One of the few attractions of Obama’s socialized medicine program was the requirement that all pre-existing conditions had to be covered. In all of the lying and hype to stupid Americans, they wanted us to believe that not only were our pre-existing conditions going to be covered but so were all of the medicines necessary to treat them. Furthermore they told us that it would be at an affordable price.
Prior to Obamacare being forced upon us, I was uninsurable due to be obesity, type 2 diabetes coupled with my age of over 60. After Obamacare went into effect, I could finally purchase individual insurance, but for my wife and I, the cheapest plan we could find that would cover my pre-existing conditions would cost us $816 per month. Oh yeah, it had a $4,000 deductible and then it only paid for 60% of covered items.
I am fortunate however in that I do not have a medical condition that requires a lot of expensive medication. A number of people with those types of conditions discovered that in 2014, some of their medications were no longer being covered by their insurance plans because of the costs. That left people with the alternative of not paying their bills or mortgage and not eating in order to afford their life saving medications or they just go without and die early. That’s one reason I often refer to Obamacare as the medical program for early death.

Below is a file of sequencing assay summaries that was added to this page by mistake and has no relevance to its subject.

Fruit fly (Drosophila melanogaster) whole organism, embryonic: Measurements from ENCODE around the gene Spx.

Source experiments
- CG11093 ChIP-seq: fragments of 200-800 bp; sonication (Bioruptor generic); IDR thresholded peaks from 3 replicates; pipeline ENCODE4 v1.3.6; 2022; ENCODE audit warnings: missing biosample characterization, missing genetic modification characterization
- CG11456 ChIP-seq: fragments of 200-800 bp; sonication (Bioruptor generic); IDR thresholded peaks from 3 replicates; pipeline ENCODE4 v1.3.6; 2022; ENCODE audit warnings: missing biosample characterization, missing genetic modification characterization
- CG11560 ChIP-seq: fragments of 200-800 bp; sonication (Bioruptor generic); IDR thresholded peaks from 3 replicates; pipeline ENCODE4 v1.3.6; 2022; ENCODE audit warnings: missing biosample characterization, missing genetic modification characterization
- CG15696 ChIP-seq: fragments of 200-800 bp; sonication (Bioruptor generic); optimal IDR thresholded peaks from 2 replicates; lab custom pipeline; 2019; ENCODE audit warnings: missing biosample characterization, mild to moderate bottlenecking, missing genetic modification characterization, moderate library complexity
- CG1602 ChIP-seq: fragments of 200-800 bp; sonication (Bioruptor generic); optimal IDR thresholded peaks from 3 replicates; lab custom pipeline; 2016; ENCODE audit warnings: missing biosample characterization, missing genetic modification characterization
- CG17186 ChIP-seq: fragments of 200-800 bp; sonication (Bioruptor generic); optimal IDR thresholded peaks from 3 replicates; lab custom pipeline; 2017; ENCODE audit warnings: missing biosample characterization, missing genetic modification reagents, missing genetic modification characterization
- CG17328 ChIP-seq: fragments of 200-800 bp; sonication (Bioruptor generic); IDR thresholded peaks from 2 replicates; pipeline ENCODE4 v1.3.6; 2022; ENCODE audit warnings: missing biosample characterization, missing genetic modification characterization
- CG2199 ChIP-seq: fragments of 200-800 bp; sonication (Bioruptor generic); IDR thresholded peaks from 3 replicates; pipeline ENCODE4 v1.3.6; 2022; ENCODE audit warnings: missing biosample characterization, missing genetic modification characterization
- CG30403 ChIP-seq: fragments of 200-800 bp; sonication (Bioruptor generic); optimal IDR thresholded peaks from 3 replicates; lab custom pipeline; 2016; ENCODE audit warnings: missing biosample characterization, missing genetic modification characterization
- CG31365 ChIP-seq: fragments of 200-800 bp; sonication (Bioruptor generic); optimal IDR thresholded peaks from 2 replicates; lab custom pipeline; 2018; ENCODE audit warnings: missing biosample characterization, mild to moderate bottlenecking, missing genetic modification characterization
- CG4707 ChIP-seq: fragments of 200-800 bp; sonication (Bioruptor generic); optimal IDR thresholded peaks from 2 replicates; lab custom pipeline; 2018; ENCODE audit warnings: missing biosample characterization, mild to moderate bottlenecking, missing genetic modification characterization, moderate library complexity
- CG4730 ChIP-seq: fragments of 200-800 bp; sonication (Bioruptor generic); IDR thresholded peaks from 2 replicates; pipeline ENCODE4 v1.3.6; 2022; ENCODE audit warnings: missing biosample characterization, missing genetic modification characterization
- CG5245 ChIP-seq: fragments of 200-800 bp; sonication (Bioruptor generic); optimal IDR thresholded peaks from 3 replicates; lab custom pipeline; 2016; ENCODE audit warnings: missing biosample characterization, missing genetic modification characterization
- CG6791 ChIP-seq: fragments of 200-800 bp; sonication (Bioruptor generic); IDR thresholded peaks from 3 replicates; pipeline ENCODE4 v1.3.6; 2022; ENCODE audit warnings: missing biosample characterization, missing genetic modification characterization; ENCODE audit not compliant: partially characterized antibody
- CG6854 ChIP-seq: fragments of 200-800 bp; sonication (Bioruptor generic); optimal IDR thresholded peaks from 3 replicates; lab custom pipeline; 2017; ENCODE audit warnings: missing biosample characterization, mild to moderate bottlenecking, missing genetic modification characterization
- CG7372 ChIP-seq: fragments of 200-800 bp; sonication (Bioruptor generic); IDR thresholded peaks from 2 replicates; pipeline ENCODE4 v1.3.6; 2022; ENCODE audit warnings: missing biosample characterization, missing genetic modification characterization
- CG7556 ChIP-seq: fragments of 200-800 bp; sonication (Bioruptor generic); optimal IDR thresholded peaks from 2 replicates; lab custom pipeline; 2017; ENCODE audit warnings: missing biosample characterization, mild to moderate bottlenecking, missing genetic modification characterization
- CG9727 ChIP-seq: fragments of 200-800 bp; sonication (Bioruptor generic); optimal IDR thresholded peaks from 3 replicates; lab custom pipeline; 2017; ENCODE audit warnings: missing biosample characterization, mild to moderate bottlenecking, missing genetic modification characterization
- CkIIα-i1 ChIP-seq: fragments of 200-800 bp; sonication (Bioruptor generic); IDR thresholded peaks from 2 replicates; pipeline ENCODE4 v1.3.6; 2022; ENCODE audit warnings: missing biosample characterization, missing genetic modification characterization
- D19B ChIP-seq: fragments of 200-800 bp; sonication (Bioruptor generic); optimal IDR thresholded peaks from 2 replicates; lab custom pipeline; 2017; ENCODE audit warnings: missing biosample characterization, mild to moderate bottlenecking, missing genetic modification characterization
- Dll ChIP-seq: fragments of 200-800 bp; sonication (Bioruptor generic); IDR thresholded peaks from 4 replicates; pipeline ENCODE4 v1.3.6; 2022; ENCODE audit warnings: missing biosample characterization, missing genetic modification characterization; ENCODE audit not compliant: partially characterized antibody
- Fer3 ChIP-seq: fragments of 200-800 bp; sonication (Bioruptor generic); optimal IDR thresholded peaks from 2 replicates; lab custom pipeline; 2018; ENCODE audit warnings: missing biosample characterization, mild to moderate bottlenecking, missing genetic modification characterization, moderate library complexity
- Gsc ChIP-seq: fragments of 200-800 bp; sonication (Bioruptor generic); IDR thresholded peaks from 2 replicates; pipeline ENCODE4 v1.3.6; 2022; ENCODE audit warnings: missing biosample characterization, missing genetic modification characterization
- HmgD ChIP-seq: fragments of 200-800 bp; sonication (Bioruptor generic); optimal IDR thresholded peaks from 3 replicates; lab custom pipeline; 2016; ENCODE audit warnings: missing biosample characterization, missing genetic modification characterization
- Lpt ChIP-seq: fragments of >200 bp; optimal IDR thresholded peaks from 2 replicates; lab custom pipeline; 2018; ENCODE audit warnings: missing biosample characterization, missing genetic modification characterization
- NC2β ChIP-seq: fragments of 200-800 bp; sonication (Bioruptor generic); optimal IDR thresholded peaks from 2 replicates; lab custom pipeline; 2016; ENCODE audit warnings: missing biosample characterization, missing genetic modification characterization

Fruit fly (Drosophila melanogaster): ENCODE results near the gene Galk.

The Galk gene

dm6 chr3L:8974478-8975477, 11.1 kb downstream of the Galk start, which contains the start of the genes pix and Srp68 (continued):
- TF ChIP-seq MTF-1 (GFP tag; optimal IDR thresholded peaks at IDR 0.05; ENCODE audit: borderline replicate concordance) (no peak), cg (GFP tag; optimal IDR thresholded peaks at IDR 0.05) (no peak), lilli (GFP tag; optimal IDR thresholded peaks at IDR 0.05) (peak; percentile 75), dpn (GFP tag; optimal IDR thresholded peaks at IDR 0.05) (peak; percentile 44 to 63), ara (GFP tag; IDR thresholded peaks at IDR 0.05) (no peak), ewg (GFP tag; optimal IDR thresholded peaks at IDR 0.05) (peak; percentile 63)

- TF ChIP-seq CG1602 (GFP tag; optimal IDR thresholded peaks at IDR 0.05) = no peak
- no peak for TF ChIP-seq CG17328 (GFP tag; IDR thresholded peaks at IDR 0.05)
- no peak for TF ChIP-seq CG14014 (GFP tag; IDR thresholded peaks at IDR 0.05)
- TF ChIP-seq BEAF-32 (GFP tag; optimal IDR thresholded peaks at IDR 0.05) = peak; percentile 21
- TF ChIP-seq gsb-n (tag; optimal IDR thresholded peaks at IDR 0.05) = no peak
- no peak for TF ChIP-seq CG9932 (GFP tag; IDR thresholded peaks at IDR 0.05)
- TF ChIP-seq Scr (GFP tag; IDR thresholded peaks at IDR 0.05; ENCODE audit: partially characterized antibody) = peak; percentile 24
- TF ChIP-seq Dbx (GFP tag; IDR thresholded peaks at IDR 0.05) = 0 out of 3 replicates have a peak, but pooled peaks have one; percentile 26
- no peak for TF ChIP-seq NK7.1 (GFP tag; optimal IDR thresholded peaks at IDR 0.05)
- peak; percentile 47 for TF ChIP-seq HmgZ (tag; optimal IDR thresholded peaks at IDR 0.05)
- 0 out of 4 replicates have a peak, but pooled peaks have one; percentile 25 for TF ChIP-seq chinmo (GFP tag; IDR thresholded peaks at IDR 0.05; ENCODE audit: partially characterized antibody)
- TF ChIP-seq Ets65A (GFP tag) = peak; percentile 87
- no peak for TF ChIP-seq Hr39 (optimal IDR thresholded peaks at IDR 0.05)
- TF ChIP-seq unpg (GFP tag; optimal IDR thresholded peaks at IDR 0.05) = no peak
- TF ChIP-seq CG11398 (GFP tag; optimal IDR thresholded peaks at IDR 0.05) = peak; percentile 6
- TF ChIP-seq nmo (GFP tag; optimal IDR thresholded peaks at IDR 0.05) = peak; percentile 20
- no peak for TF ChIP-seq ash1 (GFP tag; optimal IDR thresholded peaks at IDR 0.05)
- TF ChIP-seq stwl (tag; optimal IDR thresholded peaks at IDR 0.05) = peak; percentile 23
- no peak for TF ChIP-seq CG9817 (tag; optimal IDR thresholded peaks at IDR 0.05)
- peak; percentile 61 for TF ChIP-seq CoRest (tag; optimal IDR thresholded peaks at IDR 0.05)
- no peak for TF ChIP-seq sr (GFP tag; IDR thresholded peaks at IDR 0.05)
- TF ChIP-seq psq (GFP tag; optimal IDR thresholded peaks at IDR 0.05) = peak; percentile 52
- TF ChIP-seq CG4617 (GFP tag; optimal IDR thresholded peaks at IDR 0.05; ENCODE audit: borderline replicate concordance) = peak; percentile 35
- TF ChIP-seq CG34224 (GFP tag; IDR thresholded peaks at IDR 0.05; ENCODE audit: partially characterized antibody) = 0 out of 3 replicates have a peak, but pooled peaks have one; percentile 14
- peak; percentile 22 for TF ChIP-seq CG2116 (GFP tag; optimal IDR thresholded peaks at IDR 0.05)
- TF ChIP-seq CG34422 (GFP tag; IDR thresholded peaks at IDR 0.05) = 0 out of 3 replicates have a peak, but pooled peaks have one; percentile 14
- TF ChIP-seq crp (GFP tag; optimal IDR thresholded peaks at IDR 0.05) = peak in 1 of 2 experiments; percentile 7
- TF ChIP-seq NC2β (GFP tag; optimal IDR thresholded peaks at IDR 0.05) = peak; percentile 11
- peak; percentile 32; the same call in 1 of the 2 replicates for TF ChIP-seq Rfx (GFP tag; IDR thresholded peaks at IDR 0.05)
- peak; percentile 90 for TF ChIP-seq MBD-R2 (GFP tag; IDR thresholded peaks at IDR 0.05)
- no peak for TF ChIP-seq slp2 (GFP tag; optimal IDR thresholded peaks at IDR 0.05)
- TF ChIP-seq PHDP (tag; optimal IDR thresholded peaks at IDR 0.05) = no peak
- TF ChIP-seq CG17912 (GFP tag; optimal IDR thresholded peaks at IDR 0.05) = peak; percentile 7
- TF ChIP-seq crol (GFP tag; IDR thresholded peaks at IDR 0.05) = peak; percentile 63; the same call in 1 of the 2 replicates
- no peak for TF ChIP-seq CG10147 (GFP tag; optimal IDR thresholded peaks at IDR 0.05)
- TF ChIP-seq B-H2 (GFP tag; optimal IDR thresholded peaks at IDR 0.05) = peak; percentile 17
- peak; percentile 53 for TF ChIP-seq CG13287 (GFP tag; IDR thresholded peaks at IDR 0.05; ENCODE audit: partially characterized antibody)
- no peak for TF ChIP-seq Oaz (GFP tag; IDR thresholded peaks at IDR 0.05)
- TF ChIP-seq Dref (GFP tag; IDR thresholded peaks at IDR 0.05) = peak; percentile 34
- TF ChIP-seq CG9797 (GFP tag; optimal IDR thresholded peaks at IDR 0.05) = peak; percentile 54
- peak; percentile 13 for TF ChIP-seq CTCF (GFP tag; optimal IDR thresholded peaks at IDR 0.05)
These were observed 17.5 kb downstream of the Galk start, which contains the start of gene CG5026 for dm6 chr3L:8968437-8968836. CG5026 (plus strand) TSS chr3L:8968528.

One of the companies involved with providing covered prescriptions is Express Scripts Holding Co. or ESRX). They oversee the prescription plans used by many insurance companies that in turn provide service to individuals and employers. They cover nearly 85 million patients.
In 2014, ESRX had placed 48 brand-name drugs on their exclusion list due to the cost of the drugs. For 2015, they have increased the number of excluded drugs to 66. Among the drugs no longer covered is Simponi, a popular drug used to treat rheumatoid arthritis, which can be an extremely painful and debilitating disease. The reason they no longer cover Simponi is that it costs around $3,000 per month.